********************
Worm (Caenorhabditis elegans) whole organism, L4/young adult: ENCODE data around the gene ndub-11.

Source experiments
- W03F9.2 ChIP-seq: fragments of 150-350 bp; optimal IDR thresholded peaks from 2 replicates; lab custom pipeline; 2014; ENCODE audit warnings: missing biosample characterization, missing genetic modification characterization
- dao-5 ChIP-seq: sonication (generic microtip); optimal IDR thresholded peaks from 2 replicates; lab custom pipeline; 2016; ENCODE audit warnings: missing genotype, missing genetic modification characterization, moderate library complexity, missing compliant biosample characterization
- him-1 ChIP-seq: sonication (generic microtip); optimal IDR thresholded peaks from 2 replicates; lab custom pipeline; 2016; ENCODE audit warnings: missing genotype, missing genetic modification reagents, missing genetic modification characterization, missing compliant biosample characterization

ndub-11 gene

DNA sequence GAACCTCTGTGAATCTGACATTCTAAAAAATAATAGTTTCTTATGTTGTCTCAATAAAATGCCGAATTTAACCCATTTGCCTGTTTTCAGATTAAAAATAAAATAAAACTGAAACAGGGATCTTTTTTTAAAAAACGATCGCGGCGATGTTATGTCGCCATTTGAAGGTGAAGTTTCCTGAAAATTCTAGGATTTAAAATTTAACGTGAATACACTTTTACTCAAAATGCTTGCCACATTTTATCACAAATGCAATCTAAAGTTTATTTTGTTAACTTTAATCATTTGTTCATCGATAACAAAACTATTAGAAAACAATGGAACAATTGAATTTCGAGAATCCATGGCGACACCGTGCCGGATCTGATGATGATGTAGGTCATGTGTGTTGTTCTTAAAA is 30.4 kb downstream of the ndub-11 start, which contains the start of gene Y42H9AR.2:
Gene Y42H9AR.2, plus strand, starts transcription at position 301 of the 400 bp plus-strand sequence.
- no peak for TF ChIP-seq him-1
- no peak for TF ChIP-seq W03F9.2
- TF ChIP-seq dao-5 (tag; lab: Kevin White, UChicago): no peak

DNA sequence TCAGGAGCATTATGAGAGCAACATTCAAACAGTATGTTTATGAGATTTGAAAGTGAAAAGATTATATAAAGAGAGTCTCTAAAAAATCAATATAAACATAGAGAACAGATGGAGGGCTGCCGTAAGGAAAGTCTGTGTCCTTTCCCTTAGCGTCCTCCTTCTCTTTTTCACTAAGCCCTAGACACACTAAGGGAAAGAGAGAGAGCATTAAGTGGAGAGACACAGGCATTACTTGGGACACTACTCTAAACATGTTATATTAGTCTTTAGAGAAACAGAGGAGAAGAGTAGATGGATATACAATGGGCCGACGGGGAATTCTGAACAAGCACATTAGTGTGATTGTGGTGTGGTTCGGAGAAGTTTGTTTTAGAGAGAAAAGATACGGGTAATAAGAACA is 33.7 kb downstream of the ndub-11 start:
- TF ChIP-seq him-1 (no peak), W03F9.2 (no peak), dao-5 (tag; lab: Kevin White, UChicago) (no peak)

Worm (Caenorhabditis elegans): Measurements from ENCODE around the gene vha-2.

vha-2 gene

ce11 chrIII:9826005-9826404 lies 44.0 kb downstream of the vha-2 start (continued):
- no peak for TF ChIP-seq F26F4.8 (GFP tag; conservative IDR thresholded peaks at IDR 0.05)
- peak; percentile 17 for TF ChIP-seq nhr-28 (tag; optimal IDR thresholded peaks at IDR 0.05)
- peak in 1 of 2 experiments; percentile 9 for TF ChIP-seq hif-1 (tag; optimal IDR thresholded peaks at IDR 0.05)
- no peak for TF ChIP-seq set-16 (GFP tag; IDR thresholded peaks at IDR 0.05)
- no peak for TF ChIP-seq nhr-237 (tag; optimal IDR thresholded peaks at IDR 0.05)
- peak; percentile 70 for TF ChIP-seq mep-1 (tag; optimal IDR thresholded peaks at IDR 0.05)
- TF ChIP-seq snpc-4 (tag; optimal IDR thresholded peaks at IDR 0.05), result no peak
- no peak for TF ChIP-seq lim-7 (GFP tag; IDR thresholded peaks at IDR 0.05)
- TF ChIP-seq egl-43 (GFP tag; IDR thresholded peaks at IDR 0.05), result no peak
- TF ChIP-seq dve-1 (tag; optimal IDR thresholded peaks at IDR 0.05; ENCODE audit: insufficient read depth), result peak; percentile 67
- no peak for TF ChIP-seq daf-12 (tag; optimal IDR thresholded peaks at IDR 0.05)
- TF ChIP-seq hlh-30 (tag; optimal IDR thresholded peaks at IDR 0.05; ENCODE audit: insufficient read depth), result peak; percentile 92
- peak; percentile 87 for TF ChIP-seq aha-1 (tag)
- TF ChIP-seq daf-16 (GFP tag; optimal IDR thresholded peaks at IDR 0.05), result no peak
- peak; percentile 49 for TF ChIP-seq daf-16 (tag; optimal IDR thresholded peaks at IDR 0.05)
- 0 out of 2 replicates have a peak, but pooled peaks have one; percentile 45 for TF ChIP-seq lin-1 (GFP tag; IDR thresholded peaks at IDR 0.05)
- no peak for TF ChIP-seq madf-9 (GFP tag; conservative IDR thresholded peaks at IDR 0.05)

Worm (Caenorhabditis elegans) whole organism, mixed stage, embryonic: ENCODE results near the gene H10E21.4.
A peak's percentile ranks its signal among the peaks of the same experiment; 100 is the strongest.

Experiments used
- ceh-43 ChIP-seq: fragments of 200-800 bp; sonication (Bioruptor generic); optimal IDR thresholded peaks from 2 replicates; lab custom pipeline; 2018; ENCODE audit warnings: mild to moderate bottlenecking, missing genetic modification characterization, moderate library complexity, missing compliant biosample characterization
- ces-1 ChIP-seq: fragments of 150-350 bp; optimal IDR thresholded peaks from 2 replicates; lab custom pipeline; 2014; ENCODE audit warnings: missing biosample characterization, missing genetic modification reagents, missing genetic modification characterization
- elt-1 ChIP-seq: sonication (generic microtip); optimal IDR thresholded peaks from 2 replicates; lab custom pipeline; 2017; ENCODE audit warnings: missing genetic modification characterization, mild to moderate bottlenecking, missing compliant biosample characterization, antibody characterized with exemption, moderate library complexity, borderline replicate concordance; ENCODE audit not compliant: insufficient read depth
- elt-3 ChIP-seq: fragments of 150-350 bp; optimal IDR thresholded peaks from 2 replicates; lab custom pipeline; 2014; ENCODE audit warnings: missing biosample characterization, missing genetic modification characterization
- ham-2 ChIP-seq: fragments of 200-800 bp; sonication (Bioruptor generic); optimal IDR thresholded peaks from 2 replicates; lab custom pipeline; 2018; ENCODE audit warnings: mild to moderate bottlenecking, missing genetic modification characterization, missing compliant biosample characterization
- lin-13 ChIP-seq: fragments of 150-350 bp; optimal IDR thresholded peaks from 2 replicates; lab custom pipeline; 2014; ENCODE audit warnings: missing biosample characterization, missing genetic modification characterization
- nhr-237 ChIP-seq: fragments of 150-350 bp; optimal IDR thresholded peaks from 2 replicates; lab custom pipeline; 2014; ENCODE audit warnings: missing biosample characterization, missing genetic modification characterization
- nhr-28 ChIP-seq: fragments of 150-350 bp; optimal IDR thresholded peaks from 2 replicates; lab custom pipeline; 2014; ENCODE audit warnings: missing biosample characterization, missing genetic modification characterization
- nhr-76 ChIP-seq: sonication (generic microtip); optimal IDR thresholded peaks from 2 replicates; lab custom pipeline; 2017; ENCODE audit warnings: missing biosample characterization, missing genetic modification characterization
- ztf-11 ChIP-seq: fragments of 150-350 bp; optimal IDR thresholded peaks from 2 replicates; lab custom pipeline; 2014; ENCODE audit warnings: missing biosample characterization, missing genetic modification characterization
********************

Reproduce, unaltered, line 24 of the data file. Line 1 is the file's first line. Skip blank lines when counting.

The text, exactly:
- no peak for TF ChIP-seq lim-7 (GFP tag; IDR thresholded peaks at IDR 0.05)